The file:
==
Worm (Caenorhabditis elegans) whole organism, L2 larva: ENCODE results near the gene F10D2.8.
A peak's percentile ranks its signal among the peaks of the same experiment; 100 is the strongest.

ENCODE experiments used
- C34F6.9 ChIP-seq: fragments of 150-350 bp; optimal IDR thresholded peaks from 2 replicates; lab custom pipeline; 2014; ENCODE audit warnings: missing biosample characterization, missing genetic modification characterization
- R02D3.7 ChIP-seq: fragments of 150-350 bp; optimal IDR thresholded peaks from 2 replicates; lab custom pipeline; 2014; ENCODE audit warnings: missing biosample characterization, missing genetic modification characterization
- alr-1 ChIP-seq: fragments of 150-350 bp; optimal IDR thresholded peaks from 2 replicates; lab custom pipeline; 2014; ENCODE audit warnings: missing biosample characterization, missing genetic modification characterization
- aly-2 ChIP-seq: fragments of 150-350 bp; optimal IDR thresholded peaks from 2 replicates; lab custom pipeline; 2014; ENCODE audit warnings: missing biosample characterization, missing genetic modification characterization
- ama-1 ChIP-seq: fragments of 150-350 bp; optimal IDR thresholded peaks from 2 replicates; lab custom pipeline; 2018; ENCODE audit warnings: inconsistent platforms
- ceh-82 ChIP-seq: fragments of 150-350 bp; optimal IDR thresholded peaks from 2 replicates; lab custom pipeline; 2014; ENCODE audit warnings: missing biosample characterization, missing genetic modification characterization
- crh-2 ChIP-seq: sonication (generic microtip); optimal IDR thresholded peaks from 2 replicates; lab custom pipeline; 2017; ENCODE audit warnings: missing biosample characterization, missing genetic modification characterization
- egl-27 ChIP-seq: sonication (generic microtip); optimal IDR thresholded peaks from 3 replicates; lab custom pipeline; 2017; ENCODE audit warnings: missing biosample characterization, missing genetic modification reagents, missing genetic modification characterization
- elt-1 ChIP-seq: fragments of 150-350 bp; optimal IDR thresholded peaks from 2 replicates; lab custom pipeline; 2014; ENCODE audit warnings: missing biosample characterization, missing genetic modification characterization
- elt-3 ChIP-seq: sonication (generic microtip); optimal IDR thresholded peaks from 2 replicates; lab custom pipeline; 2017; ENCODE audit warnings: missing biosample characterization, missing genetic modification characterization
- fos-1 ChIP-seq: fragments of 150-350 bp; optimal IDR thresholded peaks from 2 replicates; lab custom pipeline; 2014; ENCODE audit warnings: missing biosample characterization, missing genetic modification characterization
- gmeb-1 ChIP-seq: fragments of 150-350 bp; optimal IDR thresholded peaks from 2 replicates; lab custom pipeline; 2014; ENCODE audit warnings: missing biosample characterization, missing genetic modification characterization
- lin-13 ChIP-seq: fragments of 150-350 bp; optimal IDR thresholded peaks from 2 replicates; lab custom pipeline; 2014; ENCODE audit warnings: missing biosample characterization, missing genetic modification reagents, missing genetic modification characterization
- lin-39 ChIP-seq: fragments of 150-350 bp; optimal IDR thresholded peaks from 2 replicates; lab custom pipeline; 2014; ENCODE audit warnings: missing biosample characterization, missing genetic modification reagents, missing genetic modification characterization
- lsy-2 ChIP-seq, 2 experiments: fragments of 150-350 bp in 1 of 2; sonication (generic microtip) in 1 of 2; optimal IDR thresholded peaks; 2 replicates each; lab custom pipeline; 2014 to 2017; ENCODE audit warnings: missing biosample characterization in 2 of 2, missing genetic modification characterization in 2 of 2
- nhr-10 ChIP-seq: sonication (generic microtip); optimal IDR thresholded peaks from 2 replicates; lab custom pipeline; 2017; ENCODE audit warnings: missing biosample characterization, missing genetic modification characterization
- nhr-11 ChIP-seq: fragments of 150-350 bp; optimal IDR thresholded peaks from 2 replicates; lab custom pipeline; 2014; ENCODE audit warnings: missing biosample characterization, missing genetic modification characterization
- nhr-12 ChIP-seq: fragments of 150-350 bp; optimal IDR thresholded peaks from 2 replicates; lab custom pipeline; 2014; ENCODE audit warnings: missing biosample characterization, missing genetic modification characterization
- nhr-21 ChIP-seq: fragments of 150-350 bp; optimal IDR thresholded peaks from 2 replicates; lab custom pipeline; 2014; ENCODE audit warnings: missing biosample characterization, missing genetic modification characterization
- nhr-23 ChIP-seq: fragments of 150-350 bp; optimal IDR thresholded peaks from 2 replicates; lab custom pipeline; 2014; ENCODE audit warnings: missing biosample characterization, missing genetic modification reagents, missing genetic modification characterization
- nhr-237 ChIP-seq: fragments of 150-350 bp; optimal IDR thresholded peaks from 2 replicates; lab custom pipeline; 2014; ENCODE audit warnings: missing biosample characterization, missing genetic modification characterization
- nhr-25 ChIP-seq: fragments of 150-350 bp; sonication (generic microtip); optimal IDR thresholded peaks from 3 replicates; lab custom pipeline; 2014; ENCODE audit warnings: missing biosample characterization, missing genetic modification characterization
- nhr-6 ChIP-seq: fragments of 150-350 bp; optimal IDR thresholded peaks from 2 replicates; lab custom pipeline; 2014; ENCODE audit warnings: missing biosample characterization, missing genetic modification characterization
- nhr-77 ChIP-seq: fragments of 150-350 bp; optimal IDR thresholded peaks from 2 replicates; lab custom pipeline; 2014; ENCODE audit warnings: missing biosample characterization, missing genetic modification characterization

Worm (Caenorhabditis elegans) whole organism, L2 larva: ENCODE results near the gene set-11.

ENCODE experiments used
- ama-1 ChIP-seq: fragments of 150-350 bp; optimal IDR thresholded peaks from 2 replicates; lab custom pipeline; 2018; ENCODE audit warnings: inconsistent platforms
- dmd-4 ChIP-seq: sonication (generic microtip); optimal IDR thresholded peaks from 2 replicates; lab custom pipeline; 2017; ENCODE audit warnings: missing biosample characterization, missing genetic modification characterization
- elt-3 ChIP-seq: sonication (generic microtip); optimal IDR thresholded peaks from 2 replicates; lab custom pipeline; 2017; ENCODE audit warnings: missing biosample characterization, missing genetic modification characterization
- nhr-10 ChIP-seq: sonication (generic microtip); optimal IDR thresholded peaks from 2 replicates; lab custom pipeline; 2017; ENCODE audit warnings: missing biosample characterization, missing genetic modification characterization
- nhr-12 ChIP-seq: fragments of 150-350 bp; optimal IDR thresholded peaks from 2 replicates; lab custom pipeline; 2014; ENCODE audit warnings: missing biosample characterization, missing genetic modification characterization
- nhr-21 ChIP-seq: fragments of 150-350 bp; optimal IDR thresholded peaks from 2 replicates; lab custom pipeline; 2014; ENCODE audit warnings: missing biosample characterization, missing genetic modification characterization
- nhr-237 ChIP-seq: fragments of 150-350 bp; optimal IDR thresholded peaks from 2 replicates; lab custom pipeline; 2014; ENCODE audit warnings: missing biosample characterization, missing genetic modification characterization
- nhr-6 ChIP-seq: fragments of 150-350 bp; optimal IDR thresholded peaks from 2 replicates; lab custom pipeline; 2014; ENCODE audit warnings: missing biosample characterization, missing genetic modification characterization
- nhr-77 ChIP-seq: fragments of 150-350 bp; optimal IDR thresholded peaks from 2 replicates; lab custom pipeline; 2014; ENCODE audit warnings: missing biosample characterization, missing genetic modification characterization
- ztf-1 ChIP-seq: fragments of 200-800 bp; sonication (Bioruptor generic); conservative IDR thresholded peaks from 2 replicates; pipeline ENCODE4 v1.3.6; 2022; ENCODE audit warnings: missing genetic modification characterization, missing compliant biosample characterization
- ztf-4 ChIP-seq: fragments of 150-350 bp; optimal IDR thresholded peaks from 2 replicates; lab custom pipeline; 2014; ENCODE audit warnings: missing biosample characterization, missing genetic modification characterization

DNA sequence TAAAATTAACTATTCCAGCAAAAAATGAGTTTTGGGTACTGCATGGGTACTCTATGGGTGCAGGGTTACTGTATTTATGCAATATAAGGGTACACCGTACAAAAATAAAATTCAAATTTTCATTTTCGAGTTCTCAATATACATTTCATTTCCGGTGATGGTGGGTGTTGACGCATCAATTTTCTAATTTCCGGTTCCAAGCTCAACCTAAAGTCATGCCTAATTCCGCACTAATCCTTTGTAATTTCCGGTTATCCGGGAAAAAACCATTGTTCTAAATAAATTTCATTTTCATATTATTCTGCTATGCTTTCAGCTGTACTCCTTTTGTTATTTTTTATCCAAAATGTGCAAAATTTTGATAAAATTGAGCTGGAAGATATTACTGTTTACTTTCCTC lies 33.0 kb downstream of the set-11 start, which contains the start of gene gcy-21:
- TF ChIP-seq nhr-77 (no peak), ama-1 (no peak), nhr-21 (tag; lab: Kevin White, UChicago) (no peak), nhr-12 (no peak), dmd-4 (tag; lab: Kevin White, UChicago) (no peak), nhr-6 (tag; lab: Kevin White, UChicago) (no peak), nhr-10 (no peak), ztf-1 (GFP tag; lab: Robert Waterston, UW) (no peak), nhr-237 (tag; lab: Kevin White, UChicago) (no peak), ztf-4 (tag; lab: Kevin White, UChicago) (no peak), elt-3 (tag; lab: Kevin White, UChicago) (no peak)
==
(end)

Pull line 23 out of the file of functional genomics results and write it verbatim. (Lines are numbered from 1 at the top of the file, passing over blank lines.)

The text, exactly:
- nhr-23 ChIP-seq: fragments of 150-350 bp; optimal IDR thresholded peaks from 2 replicates; lab custom pipeline; 2014; ENCODE audit warnings: missing biosample characterization, missing genetic modification reagents, missing genetic modification characterization